Is Vaginal Douching Good for You?
To douche or not to douche? That is the question.
What is douching?
Douching means to shower with water. In French, the word “Douche” is used for taking a classic, body cleaning, shampoo using, water falling from the ceiling, shower. In English, douche generally denotes two things: Being an asshole, or rinsing internally (The vagina or anus, to be specific). Many popular douching products today include iodine, baking soda, vinegar, or other materials. Since anal douching is its' own category, this article will talk about vaginal douching exclusively. So... What is it all about?
Remember: This is not medical advice and not all vaginas are the same. Always listen to recommendations from your doctor according to your needs. Trans women/folks who have had affirming surgery, for instance, are advised to douche. Also, it bears stating: not all women have vaginas, and some men do.
What do douches look like?
There are tons of different ways to douche. From water bottles to shower attachments to specifically produced douches, there are almost too many options. Generally, they look something like: a bulb with a tube extension on it. Users fill the douche with water and cleaning solutions, then squirt it inside the vagina.
What’s its deal?
Douching first came into the scene as a birth control method in the 1800’s. By the 1920’s. Lysol was the douching product to use – touting claims of working as spermicide and antiseptic. It stayed in vogue all the way until the 1980’s, when doctors realized (oh my) that it was burning peoples labia and cervixes.
Should I douche?
No. You should not douche your vagina. The vagina cleans itself. Like, seriously. Many studies show that is damaging. It both harms the delicate bacteria in the vagina and the mucus lining. It makes you more susceptible to infections. It does not make it cleaner. The vagina is not meant to smell like a perfume shop. Douching also does not provide reliable birth control. As Dr. Jen Gunter puts it: “There is a lot of money in vaginal shame” (Page 103, The Vagina Bible).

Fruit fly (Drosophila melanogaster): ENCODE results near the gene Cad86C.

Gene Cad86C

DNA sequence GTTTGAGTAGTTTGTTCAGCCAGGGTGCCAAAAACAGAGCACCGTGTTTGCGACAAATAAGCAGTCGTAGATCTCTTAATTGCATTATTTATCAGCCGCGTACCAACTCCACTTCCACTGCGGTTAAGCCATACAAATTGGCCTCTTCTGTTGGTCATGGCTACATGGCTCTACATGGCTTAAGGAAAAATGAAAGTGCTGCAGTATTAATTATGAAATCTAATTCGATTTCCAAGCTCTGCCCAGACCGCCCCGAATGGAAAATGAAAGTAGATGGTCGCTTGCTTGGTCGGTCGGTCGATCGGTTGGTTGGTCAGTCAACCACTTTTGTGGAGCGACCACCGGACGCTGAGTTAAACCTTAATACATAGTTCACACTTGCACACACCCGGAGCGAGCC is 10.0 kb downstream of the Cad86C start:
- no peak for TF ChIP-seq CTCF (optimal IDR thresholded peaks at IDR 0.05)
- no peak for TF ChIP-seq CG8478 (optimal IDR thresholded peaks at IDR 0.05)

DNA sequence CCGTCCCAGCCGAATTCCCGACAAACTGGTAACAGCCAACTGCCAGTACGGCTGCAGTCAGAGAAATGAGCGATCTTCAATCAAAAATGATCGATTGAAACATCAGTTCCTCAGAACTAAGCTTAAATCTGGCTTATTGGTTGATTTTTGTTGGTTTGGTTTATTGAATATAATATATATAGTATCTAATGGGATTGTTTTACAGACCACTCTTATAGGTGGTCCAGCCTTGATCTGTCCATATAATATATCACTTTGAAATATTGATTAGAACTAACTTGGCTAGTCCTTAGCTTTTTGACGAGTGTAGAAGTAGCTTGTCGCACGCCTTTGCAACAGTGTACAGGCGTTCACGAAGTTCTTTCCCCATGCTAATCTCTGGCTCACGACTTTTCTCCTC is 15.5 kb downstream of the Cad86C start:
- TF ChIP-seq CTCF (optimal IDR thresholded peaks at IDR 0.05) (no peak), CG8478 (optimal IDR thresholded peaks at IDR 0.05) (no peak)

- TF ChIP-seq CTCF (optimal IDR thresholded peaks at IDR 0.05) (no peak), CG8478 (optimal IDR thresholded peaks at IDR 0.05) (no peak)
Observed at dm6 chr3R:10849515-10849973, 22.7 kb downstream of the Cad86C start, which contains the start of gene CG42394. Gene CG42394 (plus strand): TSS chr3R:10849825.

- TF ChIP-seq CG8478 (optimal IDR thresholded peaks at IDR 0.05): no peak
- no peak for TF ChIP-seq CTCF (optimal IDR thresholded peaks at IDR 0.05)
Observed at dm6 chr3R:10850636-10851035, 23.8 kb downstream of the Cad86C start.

Why are we talking about it if it isn't good for me?
Because it's still really, really popular. One study shared that in rural Turkey, over 80% of women shared that they have douched with hot water and soap, and 69% said they douched more than once. ALL participants in the study had some sort of vaginal health issues. Throughout the world, “feminine shampoo” is continuing to gain momentum as a part of everyday care. Similar products like some wipes, gels, and cleansers are also gaining momentum.
Why is it so ubiquitous?
The popularity of douching around the world is demonstrative of the lack of understanding of vaginal health and systems that oppress people with vaginas. The vagina being frames as "dirty" and needs to be "cleaned" says despite obvious evidence to the contrary is part and parcel with devaluing the vagina-havers. If there is something inherently wrong with you, you must be inherently bad, after all.
To sum up...
Will douching help you in any way? No. Will it make your vagina cleaner? No. Will it prevent pregnancy? No. Are there benefits to douching? No. Are there risks with douching? Yes. So... You should NOT douche your vagina. Pass it on.
Gunter, J. (2019). The vagina bible: The Vulva and the vagina--separating the myth from the medicine. Random House Canada.
Morse, J. (2015, April 22). Why Douching won't die. The Atlantic. Retrieved December 13, 2022, from https://www.theatlantic.com/health/archive/2015/04/why-douching-wont-die/390198/
Vulvovaginal Health. ACOG. (n.d.). Retrieved December 13, 2022, from https://www.acog.org/womens-health/faqs/vulvovaginal-health?utm_source=redirect&utm_medium=web&utm_campaign=otn
(2019, October 29). Why women should not engage in douching. Daily Trust. Retrieved December 13, 2022, from https://dailytrust.com/why-women-should-not-engage-in-douching/